Vidalia High students gather before classes for ‘See You at the Pole’

Published 12:00 am Friday, September 19, 2003

VIDALIA, La. &045; While the day may have seemed to most like any other day at school, for about 60 Vidalia High School students, it began quite differently.

Starting with one student and growing to a small group of six Wednesday morning, prayer began early at Vidalia High.

Wednesday was the 14th annual See You at the Pole, in which students from high schools around the country gather around their flagpoles to pray for their school, their community and whatever else they feel they need to pray about.

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From that small group of six who gathered early to pray before the others arrived came a few more and a few more, to 20 to 36 to 44 to 53 students gathered around the flag pole just outside the entrance into school.

As a few more trickled in increasing the group to about 60, the students continued praying, right there on the front lawn for all to see.

This is much the same way this event itself began. It originated in 1990 with a Texas youth group praying at schools around their area and grew to more than 2.5 million teenagers participating last year.

The prayer is student-led, and the students did take the lead Wednesday morning, praying for those gathered, those who were not, for the school and the community. Students also simply thanked God for the freedom to pray.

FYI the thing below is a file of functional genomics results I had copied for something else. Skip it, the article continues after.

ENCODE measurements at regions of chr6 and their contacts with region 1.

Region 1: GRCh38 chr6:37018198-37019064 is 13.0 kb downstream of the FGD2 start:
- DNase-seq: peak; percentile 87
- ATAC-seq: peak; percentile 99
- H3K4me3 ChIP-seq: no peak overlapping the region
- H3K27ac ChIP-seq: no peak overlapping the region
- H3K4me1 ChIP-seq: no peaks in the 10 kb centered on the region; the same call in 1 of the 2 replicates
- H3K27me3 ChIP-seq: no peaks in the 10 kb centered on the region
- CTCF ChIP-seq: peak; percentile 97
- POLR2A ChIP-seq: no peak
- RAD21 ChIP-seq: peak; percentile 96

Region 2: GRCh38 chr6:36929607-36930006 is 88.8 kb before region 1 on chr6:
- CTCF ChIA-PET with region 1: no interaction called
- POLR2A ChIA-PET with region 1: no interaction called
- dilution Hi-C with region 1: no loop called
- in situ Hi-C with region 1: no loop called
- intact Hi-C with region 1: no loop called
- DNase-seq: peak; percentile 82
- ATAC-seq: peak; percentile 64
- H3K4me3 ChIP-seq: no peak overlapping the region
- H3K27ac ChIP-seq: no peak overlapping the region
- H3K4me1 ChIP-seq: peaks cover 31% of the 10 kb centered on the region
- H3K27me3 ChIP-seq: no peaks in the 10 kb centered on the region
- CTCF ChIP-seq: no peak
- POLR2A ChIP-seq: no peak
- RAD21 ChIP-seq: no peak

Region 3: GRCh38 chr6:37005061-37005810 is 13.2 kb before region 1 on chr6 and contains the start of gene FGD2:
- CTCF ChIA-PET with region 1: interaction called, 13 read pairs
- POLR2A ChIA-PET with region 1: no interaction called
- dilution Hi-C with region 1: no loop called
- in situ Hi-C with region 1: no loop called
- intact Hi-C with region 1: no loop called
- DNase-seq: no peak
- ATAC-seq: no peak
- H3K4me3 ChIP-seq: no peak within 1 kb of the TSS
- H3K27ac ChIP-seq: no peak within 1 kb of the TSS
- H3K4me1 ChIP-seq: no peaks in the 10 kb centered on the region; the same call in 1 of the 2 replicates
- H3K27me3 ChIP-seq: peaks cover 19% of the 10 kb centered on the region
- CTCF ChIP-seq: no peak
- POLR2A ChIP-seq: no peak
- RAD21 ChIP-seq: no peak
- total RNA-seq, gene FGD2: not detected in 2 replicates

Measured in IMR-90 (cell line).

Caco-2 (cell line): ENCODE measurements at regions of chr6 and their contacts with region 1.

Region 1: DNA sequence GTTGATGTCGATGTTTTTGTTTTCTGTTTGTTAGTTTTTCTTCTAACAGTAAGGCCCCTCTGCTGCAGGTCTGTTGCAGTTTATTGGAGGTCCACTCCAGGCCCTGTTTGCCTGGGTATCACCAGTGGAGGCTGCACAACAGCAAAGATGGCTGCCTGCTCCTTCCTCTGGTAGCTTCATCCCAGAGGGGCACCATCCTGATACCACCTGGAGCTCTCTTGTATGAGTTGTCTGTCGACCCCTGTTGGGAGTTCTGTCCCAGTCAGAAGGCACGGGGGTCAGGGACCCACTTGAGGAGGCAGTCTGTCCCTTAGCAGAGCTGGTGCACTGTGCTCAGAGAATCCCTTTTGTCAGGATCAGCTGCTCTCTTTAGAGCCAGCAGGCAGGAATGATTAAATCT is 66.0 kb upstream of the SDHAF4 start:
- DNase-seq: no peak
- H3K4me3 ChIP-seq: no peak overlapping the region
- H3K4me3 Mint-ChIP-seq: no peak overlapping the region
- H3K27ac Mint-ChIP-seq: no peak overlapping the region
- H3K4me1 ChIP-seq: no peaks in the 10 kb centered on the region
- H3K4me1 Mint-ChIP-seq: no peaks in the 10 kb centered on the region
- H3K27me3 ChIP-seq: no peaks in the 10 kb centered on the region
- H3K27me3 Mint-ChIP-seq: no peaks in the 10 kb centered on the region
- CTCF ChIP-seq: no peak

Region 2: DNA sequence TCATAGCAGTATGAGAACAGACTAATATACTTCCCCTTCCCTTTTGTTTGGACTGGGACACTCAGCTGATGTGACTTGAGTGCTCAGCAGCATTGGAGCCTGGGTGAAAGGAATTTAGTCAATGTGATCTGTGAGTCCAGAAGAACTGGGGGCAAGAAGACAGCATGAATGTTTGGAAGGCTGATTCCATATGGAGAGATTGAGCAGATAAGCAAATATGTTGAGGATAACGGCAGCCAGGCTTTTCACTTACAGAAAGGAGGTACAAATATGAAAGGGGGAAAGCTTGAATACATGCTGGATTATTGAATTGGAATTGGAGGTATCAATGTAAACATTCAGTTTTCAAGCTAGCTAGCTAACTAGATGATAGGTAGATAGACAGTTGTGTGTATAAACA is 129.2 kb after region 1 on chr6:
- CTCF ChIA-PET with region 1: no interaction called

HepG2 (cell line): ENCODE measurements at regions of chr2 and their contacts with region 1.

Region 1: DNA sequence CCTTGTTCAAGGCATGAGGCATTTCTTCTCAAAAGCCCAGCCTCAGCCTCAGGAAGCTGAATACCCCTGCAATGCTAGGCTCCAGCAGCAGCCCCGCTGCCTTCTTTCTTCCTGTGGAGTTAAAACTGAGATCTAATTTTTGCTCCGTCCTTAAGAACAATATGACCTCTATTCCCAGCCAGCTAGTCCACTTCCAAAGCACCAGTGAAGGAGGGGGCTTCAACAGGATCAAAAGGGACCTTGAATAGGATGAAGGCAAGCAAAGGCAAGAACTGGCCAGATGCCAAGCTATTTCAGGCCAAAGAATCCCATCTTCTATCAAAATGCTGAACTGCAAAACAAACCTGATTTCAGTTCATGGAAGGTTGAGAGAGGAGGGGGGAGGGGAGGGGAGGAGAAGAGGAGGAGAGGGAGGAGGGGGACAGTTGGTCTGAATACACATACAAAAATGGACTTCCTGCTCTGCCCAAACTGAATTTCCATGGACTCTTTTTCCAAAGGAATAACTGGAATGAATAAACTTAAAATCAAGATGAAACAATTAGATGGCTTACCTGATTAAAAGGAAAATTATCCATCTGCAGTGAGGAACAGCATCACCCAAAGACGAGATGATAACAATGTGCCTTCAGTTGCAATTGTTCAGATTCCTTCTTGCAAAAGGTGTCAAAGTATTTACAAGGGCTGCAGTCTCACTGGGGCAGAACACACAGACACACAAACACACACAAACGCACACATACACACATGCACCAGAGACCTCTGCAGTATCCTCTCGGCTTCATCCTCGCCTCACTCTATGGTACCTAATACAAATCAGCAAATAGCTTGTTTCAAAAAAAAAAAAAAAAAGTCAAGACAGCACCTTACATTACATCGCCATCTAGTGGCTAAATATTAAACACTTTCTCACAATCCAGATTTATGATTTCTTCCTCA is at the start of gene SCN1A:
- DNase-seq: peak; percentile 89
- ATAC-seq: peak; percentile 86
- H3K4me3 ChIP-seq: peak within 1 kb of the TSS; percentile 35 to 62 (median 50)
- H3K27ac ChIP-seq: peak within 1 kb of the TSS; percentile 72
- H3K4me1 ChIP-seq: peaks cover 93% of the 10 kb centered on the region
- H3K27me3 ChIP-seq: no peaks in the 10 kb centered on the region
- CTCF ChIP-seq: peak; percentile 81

The crowd was encouraged to pray, either silently or out loud, which many did.

Some were more soft-spoken and some more robust in their prayer.

Buses drove past making it difficult to hear many times, but the students kept on. People walked past and offered passing glances, but the students kept on. Cars drove past, some with music blaring and bumping that did not yield even after the request of one student, but they kept on.

Consumed was the theme, and it seemed some of the students were almost consumed in prayer. The passage for this year’s event, 1 Kings 18:26-39, tells the story of Elijah, who called down God’s consuming fire on a sacrifice drenched with water. The doubters saw the fire lick up even the water in the trench around the sacrifice and those people then declared the Lord their God.

After the scripture was read, two sophomores spoke to the crowd about the purpose of such an event. Will Merritt stressed the importance of &uot;taking advantage of every right we have here at school&uot; referring to the students’ ability to pray at school.

He and fellow sophomore Daniel Stephens along with a few other students meet every morning to pray before the beginning of school, and they invited all those in attendance to join them.

Stephens quoted 1 Thessalonians 5:17, &uot;Pray without ceasing&uot; in their effort to get others to join them for more than just this one day.

&uot;It is awesome to be able to announce Christ,&uot; Stephens said, as opposed to so many countries where people do not have the freedom of religion.

Then the group broke into small groups to pray, only to be brought back to that daily routine

and the ringing of the official start to their school day &045; the bell.